Our function draw_sensor_output() allows us to display both a small line of text and a value (our measurement value).

We can now call our two custom functions get_sensor() and draw_sensor_output() in the main function loop(). As the names suggests the loop() function is called and executed in a loop indefinitely.

void loop() {
  // put your main code here, to run repeatedly:
  gb.waitForUpdate();
  int i32_value = get_sensor();  // Get a value measurement from the sensor
  draw_sensor_output( i32_value );        // Display it on screen

This way both our functions are called and executed on each iteration of the loop() function.

Compiling our program and uploading it to the console should turn out like this :

example03

We now have a continuous reading of the value sent by our sensor. Yeat this value is not very clear. Here it will be a value oscillating between 0 and 1023, not great to represent humidity.

  • So we’ll use a simple mathematical formula to transform this value into a percentage :
void loop() {
  // put your main code here, to run repeatedly:
  gb.waitForUpdate();
  int i32_value = get_sensor();         // Get a value measurement from the sensor
  i32_value = (i32_value * 100) / 1023; // Convert the 0 to 1023 range to a 0 to 100 % range
  draw_sensor_output( i32_value );                    // Display the percentage on screen

We easily transformed the analogic value between 0 and 1023 into a percentage, which is easier to understand for a human.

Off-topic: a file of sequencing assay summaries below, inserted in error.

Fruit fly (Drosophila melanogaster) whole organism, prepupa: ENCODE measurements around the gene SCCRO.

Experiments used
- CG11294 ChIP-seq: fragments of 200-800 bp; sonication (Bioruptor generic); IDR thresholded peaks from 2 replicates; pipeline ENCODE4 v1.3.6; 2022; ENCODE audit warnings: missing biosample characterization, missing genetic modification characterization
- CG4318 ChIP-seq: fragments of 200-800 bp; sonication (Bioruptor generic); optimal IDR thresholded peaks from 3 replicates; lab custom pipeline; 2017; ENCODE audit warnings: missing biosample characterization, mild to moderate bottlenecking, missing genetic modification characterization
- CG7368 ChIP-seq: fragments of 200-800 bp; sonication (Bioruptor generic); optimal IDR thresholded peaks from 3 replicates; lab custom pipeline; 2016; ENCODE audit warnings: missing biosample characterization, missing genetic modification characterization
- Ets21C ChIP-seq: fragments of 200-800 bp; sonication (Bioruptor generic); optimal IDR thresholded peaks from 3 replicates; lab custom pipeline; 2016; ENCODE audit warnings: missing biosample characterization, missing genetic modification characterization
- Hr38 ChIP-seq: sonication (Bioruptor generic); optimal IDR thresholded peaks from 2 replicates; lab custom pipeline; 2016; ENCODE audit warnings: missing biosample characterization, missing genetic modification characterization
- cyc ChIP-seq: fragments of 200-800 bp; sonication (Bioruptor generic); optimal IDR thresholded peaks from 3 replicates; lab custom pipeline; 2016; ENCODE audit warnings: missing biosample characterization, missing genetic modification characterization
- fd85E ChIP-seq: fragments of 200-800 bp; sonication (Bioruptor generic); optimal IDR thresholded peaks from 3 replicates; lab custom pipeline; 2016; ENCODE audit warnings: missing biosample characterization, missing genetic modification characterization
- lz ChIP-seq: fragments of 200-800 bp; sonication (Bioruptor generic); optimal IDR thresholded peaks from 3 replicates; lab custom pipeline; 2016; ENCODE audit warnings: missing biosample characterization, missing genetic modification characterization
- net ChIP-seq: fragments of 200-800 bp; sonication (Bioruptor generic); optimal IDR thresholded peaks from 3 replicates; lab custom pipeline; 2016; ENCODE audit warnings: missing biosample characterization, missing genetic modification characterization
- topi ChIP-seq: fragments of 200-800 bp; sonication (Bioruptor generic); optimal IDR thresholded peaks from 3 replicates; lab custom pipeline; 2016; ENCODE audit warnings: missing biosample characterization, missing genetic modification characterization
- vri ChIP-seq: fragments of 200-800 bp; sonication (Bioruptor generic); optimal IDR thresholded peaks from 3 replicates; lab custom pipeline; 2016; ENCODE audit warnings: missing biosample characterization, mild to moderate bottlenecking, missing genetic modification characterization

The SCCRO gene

It turns out our sensor returns a higher value in a drier environment. To accurately show humidity we will operate a small change on our initial i32_sensor_value variable.
This allows for a greater value when humidity is greater and vice versa.

  • Fixing this is really easy, we simply reverse our return value bu substracting it from its maximal value of 1023 :
int get_sensor() {
  int i32_sensor_value = analogRead(A1);       // reading from the analog entry A1, between 0 and 1023.
  i32_sensor_value = 1023 - i32_sensor_value ; // reverses the value.
  return i32_sensor_value ;               
}

Steap 4 : adding a widget

Up until now we acquired a value from our sensor, changed it into a percentage to make it more understandable and displayed it on the screen. We will now add a visual representation in the form of a small gauge that fills up according to the value obtained from the sensor.
this part will be relatively simple but adds value to our program so there is no reason to skip it.

  • We start by declaring a new function called draw_gauge() :
void draw_gauge( int i32_value ) {

}

Rather than using complex images (which we will see in other tutorials soon) we are going to use more basic functions of the console, functions that are included in our Gamebuino-Meta.h library.
Two functions are useful here :
-The drawRect() function that draws the outline of a rectangle
-The fillRect() function that draws a full rectangle

  • We use both of these functions inside our draw_gauge() function in the following way :
void draw_gauge( int i32_value ) {
  gb.display.drawRect(5, gb.display.height()-15, gb.display.width()- 10, 10);
  gb.display.fillRect(6, gb.display.height()-14, (i32_value * (gb.display.width()- 12)) / 100, 8);
}

A bit of explanation : we start by drawing the outline of a rectangle, 5 units (or pixels) from the left-side of the screen and 15 units from the bottom (height - 15). Its width is equal to the width of the screen minus 10 units and its height is also 10 units. We specify the position of the top-left corner of our rectangle in a X-Y space with the first two values and its dimensions with the later two.